7 Therapies for Over-eaters
With treatment, the majority of male eating disorder sufferers can recover and start building satisfying, productive lives. Here are seven strategies that can help men struggling with eating disorders.
1. Nutrition Counseling allows men to identify certain nutritional needs that women don’t have. To find a holistic nutritionist, visit the National Association of Nutritional Professions online at nanp.org.
2. Natural Antidepressants. According to the National Eating Disorders Association, 37 percent of men who binge eat experience depression. Certain nutrients are known to reduce depression and/or anxiety. And others can help lessen episodes of binge eating. According to Jeanette Ryan, DC, a Los Angeles-based chiropractor, inositol powder tends to work extremely well at diminishing the urge to binge. Also consider St. John’s wort, SAM-e, L-theanine (an extract from green tea shown to ease anxiety), and ashwagandha (an Ayurvedic herb that is effective for a wide range of stresses, including depression).
Probiotics are also essential and work by improving gut health. A growing body of research shows that there is a direct connection between a healthy gut and depression.
3. Other Supplements: Vitamins A, B, C, and E and minerals such as calcium, magnesium, potassium, and zinc help support optimal brain activity and balance appetite. Foods rich in omega-3 fatty acids, as well as fish oil supplements, can help relax muscles and relieve stress and depression.
4. Cognitive Therapy can be adapted for younger male patients. Cognitive Restructuring Techniques are aimed at identifying and shifting negative thinking or distorted views in regard to body image and weight, specifically focusing on the male body. To find someone in your area who practices this type of therapy, visit nacbt.org, the National Association of Cognitive-Behavioral Therapists.
5. Family Therapy allows family members to recognize the signs and symptoms of the illness. Men are often helped by “coming out of the closet” about their eating in this kind of family support dynamic.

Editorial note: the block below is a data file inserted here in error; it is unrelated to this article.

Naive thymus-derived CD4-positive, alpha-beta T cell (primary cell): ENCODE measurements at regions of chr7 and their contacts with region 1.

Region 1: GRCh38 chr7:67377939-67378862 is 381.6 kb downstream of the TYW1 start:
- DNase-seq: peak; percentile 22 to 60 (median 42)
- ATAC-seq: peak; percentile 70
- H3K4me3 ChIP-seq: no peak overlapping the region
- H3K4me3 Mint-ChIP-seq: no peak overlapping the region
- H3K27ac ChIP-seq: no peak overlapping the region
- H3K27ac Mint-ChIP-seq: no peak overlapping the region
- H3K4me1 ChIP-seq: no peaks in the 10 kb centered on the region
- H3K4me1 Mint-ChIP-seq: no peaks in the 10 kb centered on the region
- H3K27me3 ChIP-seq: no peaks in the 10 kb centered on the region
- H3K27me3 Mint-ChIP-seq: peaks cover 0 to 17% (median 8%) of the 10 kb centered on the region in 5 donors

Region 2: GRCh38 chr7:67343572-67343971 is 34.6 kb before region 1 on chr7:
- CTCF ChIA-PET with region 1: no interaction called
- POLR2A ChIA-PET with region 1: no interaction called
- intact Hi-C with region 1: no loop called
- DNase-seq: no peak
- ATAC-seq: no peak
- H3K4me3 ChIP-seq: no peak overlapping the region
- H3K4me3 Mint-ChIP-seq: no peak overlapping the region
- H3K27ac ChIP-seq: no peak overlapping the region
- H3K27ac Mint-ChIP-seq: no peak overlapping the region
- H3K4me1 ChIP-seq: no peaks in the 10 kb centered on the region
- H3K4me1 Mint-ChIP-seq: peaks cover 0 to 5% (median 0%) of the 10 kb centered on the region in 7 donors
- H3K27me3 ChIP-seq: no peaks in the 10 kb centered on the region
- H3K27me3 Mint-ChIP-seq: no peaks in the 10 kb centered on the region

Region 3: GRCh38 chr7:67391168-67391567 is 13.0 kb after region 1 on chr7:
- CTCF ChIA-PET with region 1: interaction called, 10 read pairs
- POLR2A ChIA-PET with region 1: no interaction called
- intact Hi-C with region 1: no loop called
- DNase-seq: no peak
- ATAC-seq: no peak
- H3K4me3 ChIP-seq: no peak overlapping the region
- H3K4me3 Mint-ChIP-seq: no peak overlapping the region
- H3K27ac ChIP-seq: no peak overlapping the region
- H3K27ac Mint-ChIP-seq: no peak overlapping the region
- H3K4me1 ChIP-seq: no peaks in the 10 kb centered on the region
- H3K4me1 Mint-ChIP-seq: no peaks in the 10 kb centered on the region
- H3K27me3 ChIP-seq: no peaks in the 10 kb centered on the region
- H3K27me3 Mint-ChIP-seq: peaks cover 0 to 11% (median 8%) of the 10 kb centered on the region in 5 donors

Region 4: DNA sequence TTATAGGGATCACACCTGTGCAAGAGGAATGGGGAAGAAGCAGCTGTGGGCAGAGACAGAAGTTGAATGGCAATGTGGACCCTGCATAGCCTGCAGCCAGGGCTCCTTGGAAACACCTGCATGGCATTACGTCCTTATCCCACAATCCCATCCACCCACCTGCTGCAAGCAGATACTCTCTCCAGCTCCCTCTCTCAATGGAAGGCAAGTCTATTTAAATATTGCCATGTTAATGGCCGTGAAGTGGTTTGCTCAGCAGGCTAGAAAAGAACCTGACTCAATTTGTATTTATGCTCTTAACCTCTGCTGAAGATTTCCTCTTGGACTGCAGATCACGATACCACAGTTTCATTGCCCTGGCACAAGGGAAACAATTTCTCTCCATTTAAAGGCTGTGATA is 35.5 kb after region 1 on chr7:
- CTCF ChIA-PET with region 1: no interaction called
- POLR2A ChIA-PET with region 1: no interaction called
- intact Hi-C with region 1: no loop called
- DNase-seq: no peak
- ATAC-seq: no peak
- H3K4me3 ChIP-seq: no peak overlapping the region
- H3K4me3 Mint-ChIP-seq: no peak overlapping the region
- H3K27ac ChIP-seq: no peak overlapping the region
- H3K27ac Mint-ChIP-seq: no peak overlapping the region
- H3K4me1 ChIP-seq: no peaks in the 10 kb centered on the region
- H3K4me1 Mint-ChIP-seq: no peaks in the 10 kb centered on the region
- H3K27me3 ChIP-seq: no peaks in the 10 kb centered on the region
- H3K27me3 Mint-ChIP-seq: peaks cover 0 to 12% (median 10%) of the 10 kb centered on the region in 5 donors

6. Alternative Therapy: Mind-body medicine might include music therapy or meditation; whole medical systems use traditional Chinese medicine and Ayurveda; manipulative and body-based practices treat with chiropractic and
osteopathy; energy medicine includes Reiki and Qi gong; biologically based practices focus on nutrition and herbal medicine.
7. 12-Step Programs use the Alcoholics Anonymous model, which encourages people to share stories of their eating behaviors with a sponsor and a larger fellowship, and to seek the help of a higher power to develop a spiritual solution to the problem. There are some meetings for men only. And it’s free. Visit oa.org to learn more.
While it may be embarrassing for guys to admit that they have an eating disorder, help is available if one is willing to look for it-and accept it. As the media landscape changes how the male form is supposed to look, men get distorted ideas about body image. But there is a solution out there to help us carry that weight.
For more information on male eating disorders, including an infographic on the subject and a free screening test, visit nationaleatingdisorders.org/silent-epidemic.
“In 1999, of all the people who had eating disorders, 1 out of 10 were men; today it’s “1 out of 4: a 150% increase in prevalence.”
-Raymond Lemberg, PhD
Do You Have an Eating Disorder?
- Do you eat when you’re not hungry, or not eat when your body needs nourishment?
- Do you go on eating binges for no apparent reason, sometimes eating until you’re stuffed or even feel sick?
- Do you have feelings of guilt, shame, or embarrassment about your weight or the way you eat?
- Do you eat sensibly in front of others and then make up for it when you‘re alone?
- Is your eating affecting your health or the way you live your life?
- When your emotions are intense-whether positive or negative-do you find yourself reaching for food?
- Do your eating behaviors make you or others unhappy?
- Have you ever used laxatives, vomiting, diuretics, excessive exercise, diet pills, shots, or other medical interventions (including surgery) to try to control your weight?
- Do you fast or severely restrict your food intake to control weight?
- Do you fantasize about how much better life would be if you were a different size or weight?
- Do you need to chew or have something in your mouth all the time: food, gum, mints, candies, or beverages?
- Have you ever eaten food that is burned, frozen, or spoiled; from containers in the grocery store or out of the garbage?
- Are there certain foods you can’t stop eating after having the first bite?
- Have you lost weight with a diet or “period of control” only to be followed by bouts of uncontrolled eating and/or weight gain?
- Do you spend too much time thinking about food, arguing with yourself about whether or what to eat, planning the next diet or exercise cure, or counting calories?
If you have answered “yes” to several of these questions, it is possible that you have an overeating problem.